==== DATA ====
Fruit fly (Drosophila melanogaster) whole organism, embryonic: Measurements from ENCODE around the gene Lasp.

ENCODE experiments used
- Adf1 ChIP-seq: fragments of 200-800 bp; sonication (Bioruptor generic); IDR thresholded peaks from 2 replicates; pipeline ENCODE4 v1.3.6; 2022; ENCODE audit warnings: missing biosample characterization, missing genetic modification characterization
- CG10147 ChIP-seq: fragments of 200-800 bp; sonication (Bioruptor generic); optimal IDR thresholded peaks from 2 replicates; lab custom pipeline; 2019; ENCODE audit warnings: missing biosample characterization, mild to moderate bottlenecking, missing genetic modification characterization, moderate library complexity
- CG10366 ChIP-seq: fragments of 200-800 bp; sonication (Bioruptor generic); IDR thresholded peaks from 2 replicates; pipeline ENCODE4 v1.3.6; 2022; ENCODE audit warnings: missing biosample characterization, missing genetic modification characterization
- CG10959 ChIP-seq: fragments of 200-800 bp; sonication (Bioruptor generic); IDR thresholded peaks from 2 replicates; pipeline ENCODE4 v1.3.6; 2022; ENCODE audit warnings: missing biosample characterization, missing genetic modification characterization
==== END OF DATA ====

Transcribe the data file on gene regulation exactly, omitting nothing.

Fruit fly (Drosophila melanogaster) whole organism, embryonic: Measurements from ENCODE around the gene Lasp.

ENCODE experiments used
- Adf1 ChIP-seq: fragments of 200-800 bp; sonication (Bioruptor generic); IDR thresholded peaks from 2 replicates; pipeline ENCODE4 v1.3.6; 2022; ENCODE audit warnings: missing biosample characterization, missing genetic modification characterization
- CG10147 ChIP-seq: fragments of 200-800 bp; sonication (Bioruptor generic); optimal IDR thresholded peaks from 2 replicates; lab custom pipeline; 2019; ENCODE audit warnings: missing biosample characterization, mild to moderate bottlenecking, missing genetic modification characterization, moderate library complexity
- CG10366 ChIP-seq: fragments of 200-800 bp; sonication (Bioruptor generic); IDR thresholded peaks from 2 replicates; pipeline ENCODE4 v1.3.6; 2022; ENCODE audit warnings: missing biosample characterization, missing genetic modification characterization
- CG10959 ChIP-seq: fragments of 200-800 bp; sonication (Bioruptor generic); IDR thresholded peaks from 2 replicates; pipeline ENCODE4 v1.3.6; 2022; ENCODE audit warnings: missing biosample characterization, missing genetic modification characterization